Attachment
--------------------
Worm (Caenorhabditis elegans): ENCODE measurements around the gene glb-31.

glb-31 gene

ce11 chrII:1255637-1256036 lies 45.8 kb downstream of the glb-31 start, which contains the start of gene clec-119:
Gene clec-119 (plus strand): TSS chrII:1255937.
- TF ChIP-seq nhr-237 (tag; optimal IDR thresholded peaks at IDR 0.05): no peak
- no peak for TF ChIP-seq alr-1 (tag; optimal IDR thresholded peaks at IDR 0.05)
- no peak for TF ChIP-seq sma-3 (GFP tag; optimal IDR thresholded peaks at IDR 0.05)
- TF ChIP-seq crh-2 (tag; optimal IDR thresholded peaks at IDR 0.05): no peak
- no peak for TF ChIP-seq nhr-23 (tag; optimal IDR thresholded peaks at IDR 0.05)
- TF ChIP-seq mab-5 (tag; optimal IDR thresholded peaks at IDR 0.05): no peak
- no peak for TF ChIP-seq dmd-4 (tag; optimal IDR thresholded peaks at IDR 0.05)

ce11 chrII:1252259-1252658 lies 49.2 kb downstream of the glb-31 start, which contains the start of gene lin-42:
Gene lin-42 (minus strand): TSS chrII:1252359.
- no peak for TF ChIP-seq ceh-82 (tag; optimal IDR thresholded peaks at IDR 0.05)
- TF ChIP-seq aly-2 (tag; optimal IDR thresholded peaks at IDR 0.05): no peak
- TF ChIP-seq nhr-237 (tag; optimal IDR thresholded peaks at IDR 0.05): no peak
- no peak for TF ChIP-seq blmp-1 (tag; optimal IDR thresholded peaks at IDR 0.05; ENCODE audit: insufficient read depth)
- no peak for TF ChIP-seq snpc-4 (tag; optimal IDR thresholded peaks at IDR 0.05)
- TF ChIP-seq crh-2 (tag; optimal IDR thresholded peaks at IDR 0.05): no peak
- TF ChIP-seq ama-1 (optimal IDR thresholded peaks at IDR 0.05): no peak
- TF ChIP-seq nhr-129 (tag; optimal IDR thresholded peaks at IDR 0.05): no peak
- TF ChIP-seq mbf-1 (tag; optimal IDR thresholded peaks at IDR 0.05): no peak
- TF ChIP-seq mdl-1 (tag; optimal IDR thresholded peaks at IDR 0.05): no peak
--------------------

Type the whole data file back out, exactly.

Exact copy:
Worm (Caenorhabditis elegans): ENCODE measurements around the gene glb-31.

glb-31 gene

ce11 chrII:1255637-1256036 lies 45.8 kb downstream of the glb-31 start, which contains the start of gene clec-119:
Gene clec-119 (plus strand): TSS chrII:1255937.
- TF ChIP-seq nhr-237 (tag; optimal IDR thresholded peaks at IDR 0.05): no peak
- no peak for TF ChIP-seq alr-1 (tag; optimal IDR thresholded peaks at IDR 0.05)
- no peak for TF ChIP-seq sma-3 (GFP tag; optimal IDR thresholded peaks at IDR 0.05)
- TF ChIP-seq crh-2 (tag; optimal IDR thresholded peaks at IDR 0.05): no peak
- no peak for TF ChIP-seq nhr-23 (tag; optimal IDR thresholded peaks at IDR 0.05)
- TF ChIP-seq mab-5 (tag; optimal IDR thresholded peaks at IDR 0.05): no peak
- no peak for TF ChIP-seq dmd-4 (tag; optimal IDR thresholded peaks at IDR 0.05)

ce11 chrII:1252259-1252658 lies 49.2 kb downstream of the glb-31 start, which contains the start of gene lin-42:
Gene lin-42 (minus strand): TSS chrII:1252359.
- no peak for TF ChIP-seq ceh-82 (tag; optimal IDR thresholded peaks at IDR 0.05)
- TF ChIP-seq aly-2 (tag; optimal IDR thresholded peaks at IDR 0.05): no peak
- TF ChIP-seq nhr-237 (tag; optimal IDR thresholded peaks at IDR 0.05): no peak
- no peak for TF ChIP-seq blmp-1 (tag; optimal IDR thresholded peaks at IDR 0.05; ENCODE audit: insufficient read depth)
- no peak for TF ChIP-seq snpc-4 (tag; optimal IDR thresholded peaks at IDR 0.05)
- TF ChIP-seq crh-2 (tag; optimal IDR thresholded peaks at IDR 0.05): no peak
- TF ChIP-seq ama-1 (optimal IDR thresholded peaks at IDR 0.05): no peak
- TF ChIP-seq nhr-129 (tag; optimal IDR thresholded peaks at IDR 0.05): no peak
- TF ChIP-seq mbf-1 (tag; optimal IDR thresholded peaks at IDR 0.05): no peak
- TF ChIP-seq mdl-1 (tag; optimal IDR thresholded peaks at IDR 0.05): no peak